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Liberia: Rebuilding a nation amid COVID-19

liberia boy graham
A young boy sits on the stadium stairs during the All Liberia Life Festival with Franklin Graham in Monrovia, Liberia, March 25-27, 2011. |

Liberia has faced some of the worst struggles nationally in modern times, but local believers are working to make sure that COVID-19 isn’t added to the list.

Africa’s oldest republic, Liberia, is situated on the edge of the Ivory Coast. It was founded by freed slaves from the United States and the Caribbean, and its leaders have introduced numerous progressive reforms such as giving women the power to vote in 1946 — a freedom women in other African countries didn’t receive until years, if not decades, later — being a founding member of the United Nations, and electing a female head of state in 2005.

However, as the BBC notes, Liberia “became known in the 1990s for its long-running, ruinous civil war and its role in a rebellion in neighbouring Sierra Leone.”

This civil war claimed the lives of about a quarter million people and left thousands more mutilated. The country is filled with young men and women who were forcibly made child soldiers by military warlords and now must grapple with the emotional and psychological trauma that resulted.

Thousands of children who were too young to be conscripted in the '90s are coming of age today as orphans due to the long war as thousands more joined their ranks between 2013 and 2016 as an Ebola epidemic swept through the countryside.

Many still remember the dignified, well-heeled state of their beloved homeland before it was ravaged by military coups, civil wars and the epidemic.

Struck by the Pandemic

When the COVID-19 pandemic first began, Liberia didn’t hesitate to respond. The Ebola epidemic was still fresh in everyone’s memory. As Al Jazeera notes, Liberia “was one of the first countries to introduce airport screening measures as the new coronavirus began spreading outside China, where it emerged late last year, while hand-washing facilities appeared outside shops and offices as early as January.”

These proactive measures have been desperately needed, since the country simply doesn’t have the means for a prolonged battle with the virus. Hospital staff are not equipped to help COVID patients.

Case in point, only one ventilator is available for the entire country.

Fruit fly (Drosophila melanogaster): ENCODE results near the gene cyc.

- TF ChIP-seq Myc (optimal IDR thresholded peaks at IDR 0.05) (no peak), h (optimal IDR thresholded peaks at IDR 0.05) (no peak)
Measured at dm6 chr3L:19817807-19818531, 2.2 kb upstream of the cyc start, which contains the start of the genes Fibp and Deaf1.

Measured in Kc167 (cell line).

Prevention has been key for everyone in Liberia, so the government has promised to deliver masks to all of the country’s citizens. With their already faltering economy, however, this has proven impossible.

Instead, World Challenge partners are working together to create reusable masks for rural schools and orphanages who are least likely to receive one from the already overburdened government.

“The last few days of donating reusable masks in the fight against COVID-19,” reported one team member, “have profoundly touched us all. God chooses to use what we assume is little to build up the lives of others.

“The Bible recalls many stories of giving, and one of my favorites is the widow whom Jesus said gave her all, the last penny that she had.

“Most of the sites we made donations to had common issues with lack of food, soap and masks. Orphanage homes outside of the capital city of Monrovia have suffered a lot from the government of Liberia’s empty promises to donate food and masks to every citizens.”

Together, the team has produced about 700 masks and distributed 360 pieces of soap for cleaning hands and potentially contaminated surfaces.

Preparing for the Future

Like many other countries around the world, Liberians’ lives have essentially gone on hold throughout the pandemic, and many are concerned about what the repercussions will be when this is all over.

School lessons have gone on the radio, a much more common household device in Liberia than televisions or computers.

George Cowell, the managing director of Rising Academics in Liberia, stated that “the radio initiative is to maintain pupils' engagement with the education system to increase rates of return once schools reopen. This will be particularly important in the face of the inevitable economic hardship following the pandemic, which will hit poor families hardest.”

In the meanwhile, civil servants and church organizations like our partners are working as hard as they can to help people get past the pandemic and prepare them for re-entry into society.

The team reported, “It's been said that the government of Liberia will soon allow business and Church services to resume, which means many people in the communities will need to protect themselves against the virus. With your help, we can accomplish this.”

As they work hard to bless their country, please join us in praying for Liberia and our brothers and sisters there in the church.

Rachel Chimits is a writer for World Challenge, a global ministry that encourages people to live a better life and make a better world through Jesus Christ.

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